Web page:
Women have always been hard on their hair. From hair dyes, and styling products to straightening and extensions the goal of lush locks often takes a toll on our scalp. We wanted to get some popular questions answered and sought out the expertise of a dermatologist. Dr. Kaleroy Papntoniou a certified dermatologist from New York shares interesting facts about what’s under our hair.
- Most women these days use multiple hair products and don’t wash their hair every day. Is this causing more problems to scalp health?
We are seeing more women use styling mouse, anti-frizz polish, root lifting sprays, and other hair products while skipping shampooing all together in lieu of “dry shampoo.” Dry shampoo, is a spray that absorbs excess oils on hair and is used when you don’t have time or want to wash your hair. This may not be a problem for most but for those who suffer from dandruff, scalp psoriasis, or have a greasy scalp; not washing their hair and scalp every day can definitely worsen or even cause problems. If someone has sensitive skin or an allergy to ingredients in hair products; they can develop a reaction.
- Is it important to treat hair health and scalp issues from the inside out?
The appearance of scalp and hair can be one of the first indicators of overall well-being and stress. When we are vitamin deficient, have hormonal imbalances, or are emotionally stressed it can manifest in the appearance of our scalp and hair. For example, hypothyroidism can present as dry brittle hair and hair thinning with a flaking scalp. Iron deficiency can also present with thinning hair. It is important to supplement your nutrition to provide the support for your hair and scalp to improve. Vitamins such as Viviscal and Biotin are very important supplements that work very well.
- What if you had a healthy scalp and all of a sudden start to get scalp breakouts? Is this from product build-up? What causes this and what are things you can do to help with breakouts?
Product build up can definitely cause blockage of follicles on the scalp and lead to scalp folliculitis or even seborrheic dermatitis, which appear to be red bumps that can be tender and filled with pus and light pink flaking patches respectively. Washing your scalp daily can help, and alternating shampoos is another good tip to help prevent product build up. Alternating several times per week with an anti-dandruff shampoo can also help control scalp flares. If this does not help, visit with the Dermatologist for prescription shampoo or topical medicines for better control.
- What about itchy scalp? What can you do to help with this problem?
Scalp itch can signify several points: this could just be a mild form of seborrheic dermatitis (dandruff), could be an allergy to hair dye/shampoo/other hair product, or could even be a sign of a metabolic condition or deficiency. I once had a patient that had a very itchy scalp, and did not respond to any medicated shampoos or cortisone solutions to help stop the itching after weeks of trying, but once she restarted her iron supplementation for iron deficiency her scalp itch resolved within 1 day. Depending on the cause of itch the answer can vary greatly as seen with this woman, who had Iron deficiency. If a simple over the counter shampoo is not helping your itchy scalp, seek out a dermatology consultation for further investigation and the best recommendations.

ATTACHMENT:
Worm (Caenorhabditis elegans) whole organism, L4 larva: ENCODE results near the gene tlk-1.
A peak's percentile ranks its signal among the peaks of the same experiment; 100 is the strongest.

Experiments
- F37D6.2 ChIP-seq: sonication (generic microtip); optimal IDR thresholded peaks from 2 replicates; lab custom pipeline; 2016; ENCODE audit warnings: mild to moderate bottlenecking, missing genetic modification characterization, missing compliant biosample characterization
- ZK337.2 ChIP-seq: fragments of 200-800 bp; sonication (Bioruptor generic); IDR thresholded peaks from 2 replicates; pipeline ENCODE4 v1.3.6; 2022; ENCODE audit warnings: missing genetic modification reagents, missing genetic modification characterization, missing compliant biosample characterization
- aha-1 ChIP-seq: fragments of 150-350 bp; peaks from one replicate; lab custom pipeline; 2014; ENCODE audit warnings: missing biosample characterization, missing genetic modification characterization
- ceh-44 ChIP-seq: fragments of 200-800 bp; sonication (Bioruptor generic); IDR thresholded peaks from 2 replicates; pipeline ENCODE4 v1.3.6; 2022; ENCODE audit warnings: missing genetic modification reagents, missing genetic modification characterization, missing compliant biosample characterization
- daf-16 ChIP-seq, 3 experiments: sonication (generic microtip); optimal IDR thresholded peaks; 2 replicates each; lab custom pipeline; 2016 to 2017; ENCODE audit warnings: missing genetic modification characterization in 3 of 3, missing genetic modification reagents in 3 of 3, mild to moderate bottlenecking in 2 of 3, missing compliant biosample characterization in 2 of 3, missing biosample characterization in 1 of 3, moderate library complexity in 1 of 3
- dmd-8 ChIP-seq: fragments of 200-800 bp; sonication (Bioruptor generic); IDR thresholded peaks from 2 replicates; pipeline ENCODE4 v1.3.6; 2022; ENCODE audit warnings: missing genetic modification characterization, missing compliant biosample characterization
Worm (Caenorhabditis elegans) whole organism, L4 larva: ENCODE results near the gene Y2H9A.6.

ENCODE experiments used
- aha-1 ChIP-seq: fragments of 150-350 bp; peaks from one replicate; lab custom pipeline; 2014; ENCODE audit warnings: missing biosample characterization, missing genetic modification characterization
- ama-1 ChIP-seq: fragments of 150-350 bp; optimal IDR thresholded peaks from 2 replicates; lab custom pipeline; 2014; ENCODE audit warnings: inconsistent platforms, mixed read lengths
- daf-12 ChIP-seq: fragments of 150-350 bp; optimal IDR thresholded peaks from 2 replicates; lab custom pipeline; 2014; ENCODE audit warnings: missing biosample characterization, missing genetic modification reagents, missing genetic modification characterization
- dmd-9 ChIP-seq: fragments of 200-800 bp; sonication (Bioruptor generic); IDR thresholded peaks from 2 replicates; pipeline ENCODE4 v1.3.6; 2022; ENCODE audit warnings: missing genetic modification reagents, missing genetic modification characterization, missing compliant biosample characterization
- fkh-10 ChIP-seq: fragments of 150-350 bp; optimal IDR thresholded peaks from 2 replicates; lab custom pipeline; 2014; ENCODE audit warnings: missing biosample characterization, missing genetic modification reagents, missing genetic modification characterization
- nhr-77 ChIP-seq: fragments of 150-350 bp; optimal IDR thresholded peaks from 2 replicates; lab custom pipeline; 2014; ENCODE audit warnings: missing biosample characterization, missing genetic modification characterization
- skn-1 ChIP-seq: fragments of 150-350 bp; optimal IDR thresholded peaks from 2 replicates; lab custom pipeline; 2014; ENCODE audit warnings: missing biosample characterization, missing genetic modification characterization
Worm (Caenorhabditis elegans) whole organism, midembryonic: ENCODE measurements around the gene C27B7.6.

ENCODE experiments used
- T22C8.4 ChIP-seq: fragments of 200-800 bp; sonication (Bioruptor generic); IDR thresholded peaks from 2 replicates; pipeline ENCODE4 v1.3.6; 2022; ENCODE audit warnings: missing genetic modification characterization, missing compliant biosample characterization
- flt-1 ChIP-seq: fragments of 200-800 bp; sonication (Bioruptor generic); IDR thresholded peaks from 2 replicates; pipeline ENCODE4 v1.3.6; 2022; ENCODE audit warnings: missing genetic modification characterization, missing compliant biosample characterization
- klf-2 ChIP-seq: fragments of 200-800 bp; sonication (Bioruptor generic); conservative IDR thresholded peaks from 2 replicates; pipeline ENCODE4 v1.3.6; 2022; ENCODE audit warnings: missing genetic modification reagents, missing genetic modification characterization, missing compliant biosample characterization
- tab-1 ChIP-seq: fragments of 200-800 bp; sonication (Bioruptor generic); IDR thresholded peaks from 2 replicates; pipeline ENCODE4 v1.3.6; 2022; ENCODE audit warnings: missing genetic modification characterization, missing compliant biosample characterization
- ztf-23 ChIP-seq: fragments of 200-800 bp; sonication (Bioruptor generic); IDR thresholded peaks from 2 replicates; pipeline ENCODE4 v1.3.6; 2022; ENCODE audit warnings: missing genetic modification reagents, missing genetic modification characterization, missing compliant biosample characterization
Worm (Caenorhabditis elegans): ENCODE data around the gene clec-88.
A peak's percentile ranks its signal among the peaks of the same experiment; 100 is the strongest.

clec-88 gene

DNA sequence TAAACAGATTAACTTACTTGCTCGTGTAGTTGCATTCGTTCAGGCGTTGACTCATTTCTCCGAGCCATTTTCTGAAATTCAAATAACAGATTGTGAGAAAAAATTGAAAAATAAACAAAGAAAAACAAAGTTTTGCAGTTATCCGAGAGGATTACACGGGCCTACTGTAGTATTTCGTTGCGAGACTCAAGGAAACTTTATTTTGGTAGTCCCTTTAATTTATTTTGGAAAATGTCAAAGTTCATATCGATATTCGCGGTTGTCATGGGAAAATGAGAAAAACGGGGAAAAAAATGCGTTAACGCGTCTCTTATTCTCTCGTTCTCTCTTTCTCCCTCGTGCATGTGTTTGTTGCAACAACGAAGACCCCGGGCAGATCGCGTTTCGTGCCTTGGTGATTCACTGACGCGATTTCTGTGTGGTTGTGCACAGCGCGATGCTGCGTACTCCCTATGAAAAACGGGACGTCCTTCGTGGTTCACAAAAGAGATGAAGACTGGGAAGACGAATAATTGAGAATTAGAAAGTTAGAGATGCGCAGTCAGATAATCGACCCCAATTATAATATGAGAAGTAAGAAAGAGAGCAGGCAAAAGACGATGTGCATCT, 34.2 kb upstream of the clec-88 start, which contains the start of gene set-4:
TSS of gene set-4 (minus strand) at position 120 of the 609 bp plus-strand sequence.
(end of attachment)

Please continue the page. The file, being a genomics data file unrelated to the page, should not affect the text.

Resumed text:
- Does the scalp need to be exfoliated to maintain health?
Some women may never have any need to exfoliate their scalp, and do not develop buildup or dull appearance to their hair. For those that tend to have more oily hair, and have product residue using a clarifying shampoo such as Neutrogena’s can be very helpful 1-2 times per week. Neutrogena also makes a shampoo called T-Sal, with the active ingredient salicylic acid. Salicylic acid is a mild exfoliator that works well on oily pores and follicles to break up residue and dead compact skin cells to help reduce build up. For women looking to exfoliate their scalp, I would recommend lathering with T-Sal shampoo, letting this sit for 5 minutes and then rinsing thoroughly, repeat 2-3 times per week as needed. For women being treated for seborrheic dermatitis or scalp psoriasis this can help the medications topically penetrate better into the scalp.
- Lastly, any tips on ways one can help maintain a healthy scalp? Products they should incorporate in their weekly/daily routine? Ingredients to look for?
I would definitely recommend washing hair either daily or at least every other day, and with the more products being used daily washing is recommended. Use a clarifying shampoo weekly to help reduce build up. Alternate shampoos, this will reduce build up in hair and on scalp and prevent a dull limp look. For hair that is more dry or brittle use shampoos that contain argan oil or Moroccan oil, if your ends are still very dry apply a small amount of coconut oil to the ends. For itchy scalp try an anti-dandruff shampoo, such as clear scalp, and try a menthol shampoo to help cool the itch, such as Head & Shoulders Refresh Menthol. For dandruff shampoo a tea tree oil shampoo may be also used on alternate days.
Dr. Kally Papantoniou
Dr. Kaleroy Papantoniou is a Cosmetic Dermatologist, Board Certified by the American Board of Dermatology. She specializes in Injectables, Lasers, Body Contouring, Surgical and Medical Dermatology. Dr. Papantoniou is also a clinical instructor at Mount Sinai Health Center in New York City. She applies expert techniques and the newest technologies to treat her patients. Dr. Papantoniou focuses on providing her patients with the highest level of care, with special interests in natural and healthy alternatives to treatments and disease prevention. Connect with Dr. Papantoniou via twitter @DrPapantoniou or her website www.DrPapantoniou.com